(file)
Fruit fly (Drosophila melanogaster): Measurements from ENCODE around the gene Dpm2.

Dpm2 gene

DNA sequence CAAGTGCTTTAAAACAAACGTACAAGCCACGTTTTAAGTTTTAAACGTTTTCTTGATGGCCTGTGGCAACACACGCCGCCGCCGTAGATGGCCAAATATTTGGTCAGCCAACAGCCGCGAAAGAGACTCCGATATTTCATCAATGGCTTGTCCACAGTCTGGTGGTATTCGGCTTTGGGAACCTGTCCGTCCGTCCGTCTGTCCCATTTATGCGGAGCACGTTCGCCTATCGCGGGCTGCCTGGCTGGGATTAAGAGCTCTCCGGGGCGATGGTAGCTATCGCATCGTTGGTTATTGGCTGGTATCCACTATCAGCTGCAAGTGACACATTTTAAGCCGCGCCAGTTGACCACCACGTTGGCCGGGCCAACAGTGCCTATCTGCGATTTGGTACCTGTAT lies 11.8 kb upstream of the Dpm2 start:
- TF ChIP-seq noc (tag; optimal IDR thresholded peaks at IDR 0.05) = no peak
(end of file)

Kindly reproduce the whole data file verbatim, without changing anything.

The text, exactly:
Fruit fly (Drosophila melanogaster): Measurements from ENCODE around the gene Dpm2.

Dpm2 gene

DNA sequence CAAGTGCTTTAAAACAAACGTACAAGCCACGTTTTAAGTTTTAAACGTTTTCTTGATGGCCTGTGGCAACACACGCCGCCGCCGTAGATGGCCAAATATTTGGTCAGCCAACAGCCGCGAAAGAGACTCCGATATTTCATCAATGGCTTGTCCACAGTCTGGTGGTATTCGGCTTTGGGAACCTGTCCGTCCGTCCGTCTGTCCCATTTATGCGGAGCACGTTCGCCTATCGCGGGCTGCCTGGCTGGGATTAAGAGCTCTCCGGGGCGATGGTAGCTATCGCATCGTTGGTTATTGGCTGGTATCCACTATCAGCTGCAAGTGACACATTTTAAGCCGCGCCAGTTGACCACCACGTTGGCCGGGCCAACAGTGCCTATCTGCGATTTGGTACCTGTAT lies 11.8 kb upstream of the Dpm2 start:
- TF ChIP-seq noc (tag; optimal IDR thresholded peaks at IDR 0.05) = no peak